Study

Watersnake eden: use of stormwater retention ponds by mangrove salt marsh snakes (Nerodia clarkii compressicauda) in urban Florida

  • Published source details Ackley J.W. & Meylan P.A. (2010) Watersnake eden: use of stormwater retention ponds by mangrove salt marsh snakes (Nerodia clarkii compressicauda) in urban Florida. Herpetological Conservation and Biology, 5, 17-22.

Actions

This study is summarised as evidence for the following.

Action Category

Manage vegetation using herbicides

Action Link
Reptile Conservation

Create or restore ponds

Action Link
Reptile Conservation
  1. Manage vegetation using herbicides

    A before-and-after study in 2006–2007 in two connected stormwater run-off ponds in Florida, USA (Ackley et al. 2010) found that after glyphosate herbicide was applied in summer to remove ground vegetation, fewer mangrove salt marsh snakes Nerodia clarkia compressicauda tended to be recorded in the autumn. Results were not statistically tested. In the autumn after glyphosate herbicide was applied to pond vegetation, mangrove salt marsh snake abundance was estimated as 47 snakes, compared to 95 snakes in spring immediately before herbicide was applied, 94 snakes in the summer while herbicide was being applied and 33 snakes in the spring of the year prior to herbicide being applied. Two man-made ponds (0.2–0.4 ha) were treated with glyphosate herbicide (‘Aquamaster’) monthly during summer 2007 (exact start date not known). Salt marsh snakes were monitored at night for three nights at a time in April 2006 (spring), March–April 2007 (spring), May–July 2007 (summer) and August–October 2007 (autumn). Snakes were caught by hand, individually marked with PIT tags and released. Snakes >40 cm long were used to calculate abundance.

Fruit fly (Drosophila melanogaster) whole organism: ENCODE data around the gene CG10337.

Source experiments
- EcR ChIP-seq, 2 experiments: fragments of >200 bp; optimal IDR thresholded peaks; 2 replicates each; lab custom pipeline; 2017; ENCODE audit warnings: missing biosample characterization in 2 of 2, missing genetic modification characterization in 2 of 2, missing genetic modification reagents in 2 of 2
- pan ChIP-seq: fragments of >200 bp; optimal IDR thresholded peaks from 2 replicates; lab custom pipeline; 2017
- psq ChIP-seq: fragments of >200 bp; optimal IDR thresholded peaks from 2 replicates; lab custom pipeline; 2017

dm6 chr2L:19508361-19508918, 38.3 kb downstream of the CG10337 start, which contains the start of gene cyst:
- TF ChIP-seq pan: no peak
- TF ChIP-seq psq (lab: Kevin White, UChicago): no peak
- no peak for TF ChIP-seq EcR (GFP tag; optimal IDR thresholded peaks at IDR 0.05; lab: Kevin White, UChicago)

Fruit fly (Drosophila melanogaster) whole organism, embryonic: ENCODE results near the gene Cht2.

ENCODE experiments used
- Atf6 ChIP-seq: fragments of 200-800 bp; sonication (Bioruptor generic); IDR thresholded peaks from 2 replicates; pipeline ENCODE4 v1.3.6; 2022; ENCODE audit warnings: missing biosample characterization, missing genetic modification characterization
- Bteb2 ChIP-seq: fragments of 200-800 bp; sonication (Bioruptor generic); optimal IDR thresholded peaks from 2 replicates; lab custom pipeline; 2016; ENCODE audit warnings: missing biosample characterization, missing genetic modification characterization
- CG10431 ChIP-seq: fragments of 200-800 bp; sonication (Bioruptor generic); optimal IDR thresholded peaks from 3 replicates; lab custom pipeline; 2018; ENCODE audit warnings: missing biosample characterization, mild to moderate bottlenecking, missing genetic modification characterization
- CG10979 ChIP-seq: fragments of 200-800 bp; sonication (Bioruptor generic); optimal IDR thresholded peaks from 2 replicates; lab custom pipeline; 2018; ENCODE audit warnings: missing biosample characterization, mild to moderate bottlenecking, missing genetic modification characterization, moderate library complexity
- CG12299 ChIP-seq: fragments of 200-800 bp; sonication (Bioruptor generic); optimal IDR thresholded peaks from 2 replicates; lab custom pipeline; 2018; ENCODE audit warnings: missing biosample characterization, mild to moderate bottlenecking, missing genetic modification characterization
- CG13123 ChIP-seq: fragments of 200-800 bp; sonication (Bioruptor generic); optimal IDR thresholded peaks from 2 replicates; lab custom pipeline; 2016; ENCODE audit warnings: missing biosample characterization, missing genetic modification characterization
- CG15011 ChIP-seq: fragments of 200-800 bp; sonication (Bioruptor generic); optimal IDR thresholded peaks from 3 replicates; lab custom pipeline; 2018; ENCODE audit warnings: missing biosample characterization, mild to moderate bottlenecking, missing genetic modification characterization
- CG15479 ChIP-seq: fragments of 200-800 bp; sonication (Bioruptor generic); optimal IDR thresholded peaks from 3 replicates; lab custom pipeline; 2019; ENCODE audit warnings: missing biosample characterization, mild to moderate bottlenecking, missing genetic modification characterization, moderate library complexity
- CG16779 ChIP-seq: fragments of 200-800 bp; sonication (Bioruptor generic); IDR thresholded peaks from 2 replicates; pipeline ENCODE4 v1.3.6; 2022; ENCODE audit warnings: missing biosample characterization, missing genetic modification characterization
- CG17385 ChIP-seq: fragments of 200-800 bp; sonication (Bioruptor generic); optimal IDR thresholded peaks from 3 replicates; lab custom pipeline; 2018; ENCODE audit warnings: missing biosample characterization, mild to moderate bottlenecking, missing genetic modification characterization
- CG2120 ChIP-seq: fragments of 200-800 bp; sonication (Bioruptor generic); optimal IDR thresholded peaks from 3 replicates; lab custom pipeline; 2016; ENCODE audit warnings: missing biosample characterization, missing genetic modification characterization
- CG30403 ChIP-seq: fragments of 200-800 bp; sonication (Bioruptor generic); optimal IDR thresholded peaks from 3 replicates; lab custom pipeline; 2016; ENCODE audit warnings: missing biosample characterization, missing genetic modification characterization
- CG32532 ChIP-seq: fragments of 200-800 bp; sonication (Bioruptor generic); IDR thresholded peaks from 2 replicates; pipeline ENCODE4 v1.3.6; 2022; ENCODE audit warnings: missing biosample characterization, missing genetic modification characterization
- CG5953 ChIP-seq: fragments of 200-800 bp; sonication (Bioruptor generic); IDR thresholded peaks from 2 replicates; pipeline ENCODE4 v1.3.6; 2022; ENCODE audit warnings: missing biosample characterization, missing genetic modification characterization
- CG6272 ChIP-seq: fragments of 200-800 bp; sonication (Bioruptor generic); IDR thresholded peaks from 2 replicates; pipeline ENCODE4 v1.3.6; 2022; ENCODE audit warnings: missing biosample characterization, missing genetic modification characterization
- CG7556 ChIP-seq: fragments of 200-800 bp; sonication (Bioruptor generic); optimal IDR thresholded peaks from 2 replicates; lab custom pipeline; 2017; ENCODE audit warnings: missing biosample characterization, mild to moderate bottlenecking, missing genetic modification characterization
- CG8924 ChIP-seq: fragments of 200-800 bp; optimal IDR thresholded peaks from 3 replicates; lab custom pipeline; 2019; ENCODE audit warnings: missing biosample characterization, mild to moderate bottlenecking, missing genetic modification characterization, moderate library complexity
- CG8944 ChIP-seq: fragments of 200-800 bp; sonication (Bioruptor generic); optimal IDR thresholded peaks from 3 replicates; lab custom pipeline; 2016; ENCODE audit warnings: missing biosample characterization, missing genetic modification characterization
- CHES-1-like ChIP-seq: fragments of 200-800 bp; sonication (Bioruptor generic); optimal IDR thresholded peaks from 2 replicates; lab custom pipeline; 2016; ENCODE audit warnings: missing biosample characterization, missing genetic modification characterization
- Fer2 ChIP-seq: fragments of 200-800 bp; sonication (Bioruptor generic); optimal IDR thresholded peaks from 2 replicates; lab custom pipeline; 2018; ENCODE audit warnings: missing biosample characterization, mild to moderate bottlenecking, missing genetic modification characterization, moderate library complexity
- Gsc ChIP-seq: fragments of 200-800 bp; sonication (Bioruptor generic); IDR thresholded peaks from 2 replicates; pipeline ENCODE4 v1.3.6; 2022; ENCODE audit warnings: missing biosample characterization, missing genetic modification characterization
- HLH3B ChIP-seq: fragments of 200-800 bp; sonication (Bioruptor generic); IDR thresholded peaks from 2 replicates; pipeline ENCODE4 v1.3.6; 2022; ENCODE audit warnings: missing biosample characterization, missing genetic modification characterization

(Summarised by: Katie Sainsbury)

  2. Create or restore ponds

    A study in 2006–2007 in two artificial ponds in Florida, USA (Ackley & Meylan 2010) found that both ponds were occupied  mangrove salt marsh snakes Nerodia clarkia compressicauda, though the number of snakes may have decreased following herbicide application to ponds. In spring 2006, it was estimated that there were 33 mangrove salt marsh snakes in the artificial ponds and in spring 2007 there were 95 snakes. In summer 2007, while glyphosate herbicide was being applied to the pond vegetation, there were 94 snakes, but numbers were estimated at 47 snakes that autumn. Two artificial ponds (0.17–0.43 ha) were created to collect stormwater run-off in 1996 and 2004. Both ponds were treated with glyphosate herbicide (‘Aquamaster’) monthly during summer 2007 (exact start date not known). Salt marsh snakes were monitored at night for three nights at a time in April 2006 (spring), March–April 2007 (spring), May–July 2007 (summer) and August–October 2007 (autumn). Snakes were caught by hand, individually marked with PIT tags and released. Snakes >40 cm long were included in the calculation of abundance.

    (Summarised by: Katie Sainsbury)

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